As the Bob Dylan song goes, "how many times must cannonballs fly before they're forever banned?" 

The best way to honor Veterans, methinks, is to eliminate the causes of wars, invasions, occupations... 

I leave it to you to list such causes.

Thursday, November 04, 2010

Character Calamities

The speechwriter of the President of the Philippines, Mai Mislang, tweeted, during a state visit, that the wine sucked in Vietnam – as though she had been raised guzzling Domaine Romanee-Conti.

Having been a French colony, Vietnam was likely amused by such judgment from a person of a country known for beer.

Ah, well, stupidity is a child of ignorance.

As if this wasn’t enough to upset one for weeks, one of the two women seriously injured at a grenade attack at La Salle university blithely forgave the assailant, whoever he was.  The two women lost limbs and nearly their lives. 

The grenade was thrown allegedly by one fraternity member to damage members of another fraternity – and by accident, collaterally damaged grievously two women whose lives are hereon changed in ways we cannot even conceive.

This readiness to forgive, in my perspective, does not necessarily make one a better person; it simply marks one as a patsy, who cannot even recognize the presence of serious evil.  Whoever threw the grenade was evil;  he knew and didn't care that he could not limit the damage to members of the other fraternity only.

Forgiving so easily allows evil to thrive; and this is probably why people known to have committed great crimes surface and re-surface, again and again, holding on to power, position and privilege, in the Philippine political world, as acts of injustice and terrorism remain un-redressed.

So, there’s the wine comment and the forgiveness comment and my comment: women of the Philippines can sometimes be arrogant and judgmental in petty matters and pushovers in really serious ones. -- ##

Saturday, October 30, 2010

On Gilda Cordero Fernando

Prof. Gemino H. Abad of the University of the Philippines was kind enough to send me Volumes I & II of Underground Spirit – a compilation of short fiction from 1972 up. They are handsome volumes and offer quite a spread on Philippine short fiction in English, since the imposition of martial law.  I believe that more volumes are forthcoming.  Prof. Abad inscribed the volumes to me with the words "one's country is what one's memory owes allegiance to..."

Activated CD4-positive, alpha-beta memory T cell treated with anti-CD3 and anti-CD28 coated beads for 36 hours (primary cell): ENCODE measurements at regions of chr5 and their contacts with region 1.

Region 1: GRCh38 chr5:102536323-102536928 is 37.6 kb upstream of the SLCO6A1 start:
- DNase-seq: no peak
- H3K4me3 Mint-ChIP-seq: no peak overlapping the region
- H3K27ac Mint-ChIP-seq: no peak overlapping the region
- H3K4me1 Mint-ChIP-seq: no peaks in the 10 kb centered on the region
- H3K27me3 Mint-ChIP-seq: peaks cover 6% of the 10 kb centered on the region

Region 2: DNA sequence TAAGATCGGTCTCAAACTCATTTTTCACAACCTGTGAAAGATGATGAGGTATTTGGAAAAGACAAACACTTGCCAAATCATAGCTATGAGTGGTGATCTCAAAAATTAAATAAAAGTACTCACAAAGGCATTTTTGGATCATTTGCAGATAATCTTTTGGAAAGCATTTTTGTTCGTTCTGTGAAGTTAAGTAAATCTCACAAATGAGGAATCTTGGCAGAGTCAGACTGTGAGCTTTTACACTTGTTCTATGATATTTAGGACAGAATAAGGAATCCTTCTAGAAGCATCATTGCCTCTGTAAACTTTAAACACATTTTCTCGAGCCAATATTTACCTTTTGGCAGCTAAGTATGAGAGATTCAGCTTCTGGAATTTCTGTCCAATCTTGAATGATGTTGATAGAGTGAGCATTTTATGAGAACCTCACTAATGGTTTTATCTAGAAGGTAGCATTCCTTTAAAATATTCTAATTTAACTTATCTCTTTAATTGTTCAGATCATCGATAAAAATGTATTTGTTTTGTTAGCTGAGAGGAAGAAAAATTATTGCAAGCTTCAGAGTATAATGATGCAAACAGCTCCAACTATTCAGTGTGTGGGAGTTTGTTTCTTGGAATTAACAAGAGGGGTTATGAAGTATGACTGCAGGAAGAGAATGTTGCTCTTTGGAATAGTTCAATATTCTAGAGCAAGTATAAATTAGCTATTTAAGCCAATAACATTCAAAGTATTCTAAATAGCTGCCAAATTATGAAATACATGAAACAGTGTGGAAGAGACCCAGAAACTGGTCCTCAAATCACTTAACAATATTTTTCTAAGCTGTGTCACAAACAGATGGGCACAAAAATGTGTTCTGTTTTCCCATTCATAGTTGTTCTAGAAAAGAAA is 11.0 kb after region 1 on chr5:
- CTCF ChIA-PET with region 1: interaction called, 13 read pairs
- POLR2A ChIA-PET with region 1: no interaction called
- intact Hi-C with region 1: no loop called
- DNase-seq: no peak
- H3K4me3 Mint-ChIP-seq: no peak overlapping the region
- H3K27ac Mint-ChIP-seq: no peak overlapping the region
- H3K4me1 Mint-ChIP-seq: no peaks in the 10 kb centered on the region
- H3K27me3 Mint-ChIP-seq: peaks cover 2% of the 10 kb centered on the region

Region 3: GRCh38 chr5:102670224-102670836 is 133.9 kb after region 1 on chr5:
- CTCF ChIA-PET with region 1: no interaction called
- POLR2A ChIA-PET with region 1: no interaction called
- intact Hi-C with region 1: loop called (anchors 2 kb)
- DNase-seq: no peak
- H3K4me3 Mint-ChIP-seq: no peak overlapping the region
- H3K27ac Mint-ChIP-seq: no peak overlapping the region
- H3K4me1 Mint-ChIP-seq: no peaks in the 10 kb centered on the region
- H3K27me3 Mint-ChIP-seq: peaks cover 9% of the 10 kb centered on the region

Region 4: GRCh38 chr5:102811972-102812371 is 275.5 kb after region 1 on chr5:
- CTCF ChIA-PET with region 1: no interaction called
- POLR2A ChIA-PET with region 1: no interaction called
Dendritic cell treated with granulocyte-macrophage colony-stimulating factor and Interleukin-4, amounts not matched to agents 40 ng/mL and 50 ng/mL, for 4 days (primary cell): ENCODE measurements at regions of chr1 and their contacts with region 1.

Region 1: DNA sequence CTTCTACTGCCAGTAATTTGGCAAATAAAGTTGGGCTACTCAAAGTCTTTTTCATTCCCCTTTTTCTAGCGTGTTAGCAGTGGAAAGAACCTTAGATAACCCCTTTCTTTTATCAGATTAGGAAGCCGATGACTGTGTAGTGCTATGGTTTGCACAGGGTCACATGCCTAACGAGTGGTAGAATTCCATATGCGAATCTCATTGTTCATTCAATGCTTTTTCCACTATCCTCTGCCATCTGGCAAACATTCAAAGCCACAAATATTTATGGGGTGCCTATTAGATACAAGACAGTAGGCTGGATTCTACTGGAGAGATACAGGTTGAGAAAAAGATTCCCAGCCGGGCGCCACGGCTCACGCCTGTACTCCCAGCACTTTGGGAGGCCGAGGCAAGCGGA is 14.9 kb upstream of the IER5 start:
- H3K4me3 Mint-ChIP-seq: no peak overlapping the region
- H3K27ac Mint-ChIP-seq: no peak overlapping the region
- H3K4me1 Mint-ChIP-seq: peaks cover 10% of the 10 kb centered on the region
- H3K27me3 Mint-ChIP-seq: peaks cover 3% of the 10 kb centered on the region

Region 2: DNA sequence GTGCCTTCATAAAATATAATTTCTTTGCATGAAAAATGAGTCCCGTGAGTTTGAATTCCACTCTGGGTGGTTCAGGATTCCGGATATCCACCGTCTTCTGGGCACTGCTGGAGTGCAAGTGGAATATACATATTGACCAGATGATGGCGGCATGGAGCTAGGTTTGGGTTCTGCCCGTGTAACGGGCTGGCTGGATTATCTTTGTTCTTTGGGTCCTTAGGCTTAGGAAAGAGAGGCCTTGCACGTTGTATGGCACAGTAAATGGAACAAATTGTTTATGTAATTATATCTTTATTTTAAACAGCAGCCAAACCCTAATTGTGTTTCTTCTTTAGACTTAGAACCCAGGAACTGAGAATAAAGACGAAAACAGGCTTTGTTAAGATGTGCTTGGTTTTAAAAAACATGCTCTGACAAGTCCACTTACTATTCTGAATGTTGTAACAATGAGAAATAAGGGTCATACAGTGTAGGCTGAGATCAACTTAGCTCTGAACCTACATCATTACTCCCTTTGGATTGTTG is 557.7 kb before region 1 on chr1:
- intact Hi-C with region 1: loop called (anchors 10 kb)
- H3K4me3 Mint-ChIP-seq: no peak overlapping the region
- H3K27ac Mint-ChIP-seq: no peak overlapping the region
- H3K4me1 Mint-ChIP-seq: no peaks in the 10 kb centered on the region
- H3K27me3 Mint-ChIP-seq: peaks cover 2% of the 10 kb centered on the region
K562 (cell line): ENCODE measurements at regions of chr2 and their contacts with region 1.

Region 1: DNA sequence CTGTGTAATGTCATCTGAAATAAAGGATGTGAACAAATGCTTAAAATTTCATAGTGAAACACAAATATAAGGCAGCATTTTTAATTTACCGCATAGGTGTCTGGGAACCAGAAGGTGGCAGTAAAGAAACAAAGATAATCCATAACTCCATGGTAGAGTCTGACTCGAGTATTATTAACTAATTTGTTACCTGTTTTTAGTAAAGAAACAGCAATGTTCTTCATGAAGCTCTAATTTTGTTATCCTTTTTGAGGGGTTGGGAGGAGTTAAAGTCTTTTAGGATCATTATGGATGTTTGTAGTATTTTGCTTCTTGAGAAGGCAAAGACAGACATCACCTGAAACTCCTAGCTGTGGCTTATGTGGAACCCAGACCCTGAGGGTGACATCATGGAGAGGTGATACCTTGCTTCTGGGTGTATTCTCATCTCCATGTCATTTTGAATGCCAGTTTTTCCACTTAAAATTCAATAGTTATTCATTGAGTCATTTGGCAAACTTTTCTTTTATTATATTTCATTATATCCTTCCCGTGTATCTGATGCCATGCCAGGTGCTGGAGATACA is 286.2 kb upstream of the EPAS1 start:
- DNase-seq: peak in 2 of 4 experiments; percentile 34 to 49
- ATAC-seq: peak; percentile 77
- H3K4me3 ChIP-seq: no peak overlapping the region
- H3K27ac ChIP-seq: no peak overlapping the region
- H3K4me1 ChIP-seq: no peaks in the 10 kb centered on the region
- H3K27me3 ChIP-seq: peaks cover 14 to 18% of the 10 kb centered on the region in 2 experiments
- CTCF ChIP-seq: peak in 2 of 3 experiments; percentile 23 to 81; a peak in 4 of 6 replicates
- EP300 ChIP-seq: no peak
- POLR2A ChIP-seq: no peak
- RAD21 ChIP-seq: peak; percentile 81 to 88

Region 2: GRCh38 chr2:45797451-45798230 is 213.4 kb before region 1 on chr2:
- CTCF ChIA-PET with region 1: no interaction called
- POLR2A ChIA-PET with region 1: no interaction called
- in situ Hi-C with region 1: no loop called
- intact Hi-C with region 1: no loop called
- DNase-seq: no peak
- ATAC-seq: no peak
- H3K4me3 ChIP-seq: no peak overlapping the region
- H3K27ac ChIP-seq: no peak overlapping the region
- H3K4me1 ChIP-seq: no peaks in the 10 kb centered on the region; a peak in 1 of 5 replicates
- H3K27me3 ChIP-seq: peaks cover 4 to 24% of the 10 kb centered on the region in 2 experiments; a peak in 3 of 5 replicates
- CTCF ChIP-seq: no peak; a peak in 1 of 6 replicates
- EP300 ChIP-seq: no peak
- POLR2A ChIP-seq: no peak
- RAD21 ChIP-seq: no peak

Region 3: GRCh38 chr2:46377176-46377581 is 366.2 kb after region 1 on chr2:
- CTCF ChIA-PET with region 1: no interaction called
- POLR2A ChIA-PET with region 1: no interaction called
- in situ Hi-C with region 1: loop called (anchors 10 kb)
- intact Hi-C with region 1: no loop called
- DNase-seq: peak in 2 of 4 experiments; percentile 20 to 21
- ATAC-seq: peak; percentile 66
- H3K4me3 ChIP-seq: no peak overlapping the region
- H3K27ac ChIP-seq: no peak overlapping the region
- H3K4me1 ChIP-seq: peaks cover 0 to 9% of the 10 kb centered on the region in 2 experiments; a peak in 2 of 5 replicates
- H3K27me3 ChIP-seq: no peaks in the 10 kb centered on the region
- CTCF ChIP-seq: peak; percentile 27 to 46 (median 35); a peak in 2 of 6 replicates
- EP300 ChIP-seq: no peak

Which reminded me that for years I had planned to write or say something about one of the great prose stylists of the Philippines, Gilda Cordero Fernando, who is constantly underrated as a writer, even by herself, methinks.  But then Gilda has never been one for the “struts and charms of trade” as Dylan Thomas puts in, so her literary presence tends to be constantly drowned out by those who do strut.

Her long story People In The War has no equal in Philippine literature. I read it when very young and it has never left me and it taught me, from the moment I finished it, that large themes like invasion, occupation and violence are comprised of small acts of humanity and inhumanity – both inflicted upon ordinary beings and into acts of which they are forced. Hey, to know how tremendous that was, think of how many words and pages it took Tolstoy to say that in War and Peace. This lesson from Gilda was the root of my oft-repeated thesis that one does NOT write for the people but rather one should write as one of the people, thereby undergoing the process of becoming declasse.

Once in a while, I am seized with the urge to read that Gilda story again and re-experience the seismic shock of understanding a Truth about human beings. Gilda reminds me of the equally underrated Katherine Anne Porter, whose Flowering Judas was a consummate treatise on revolution and betrayal.

Gilda’s writing world is a world of women – though not as didactically dry and self-pitying as Kerima Polotan’s; it is a world magical indeed, long before magic realism rose out of Latin America, imbuing with mythic resonance the small, the daily, the minutes, rather than the years, of Time. She has a housewife capture a duende (elf) ; a hairdresser create subtle narratives from hairstyles; and so on. From all these, one draws a sense of women’s quiet strength and Gilda was doing it before feminist values became the “common sense” for women even in the West.

Gilda was also the force in the creation of books on various aspects of Philippine history and culture, which brought together artists and writers, antedating the manga novel fad from Japan. Truly, she’s done crucial work but is under-recognized for it, and I am inclined to think that it’s not simply because she is female but because she is gorgeous and intelligent, to boot. Ah, well, every woman out there will understand that.

So, here’s to you, Gilda; let’s raise a glass of EF THEM! to all the dead and/or dying old men overrated as Philippine national artists – which of course you will never do, gracious person that you are.

My, this started out as a piece of recommendation that you all buy Underground Spirit – please do so – and became a short discourse on Gilda Cordero Fernando. But if you can manage it, please read People In The War. -- ##

Saturday, October 23, 2010

It Is Done

From a character in Orhan Pamuk’s The Black Book: “I realized I’d change nothing by proving that the life we live is someone else’s dream.”

The sentence floated through my mind as I watched the fifty-some new members of AF3IRM, all under 30 years of age,  take their oath of commitment to principle, cause and organization after two days of intensive deliberation at the end of nearly two years of study. I wished then I could add a footnote to Pamuk’s book: “At least it gives one a chance to choose -- not to do so,  or to live a different dream or a dream built on one’s experiences.”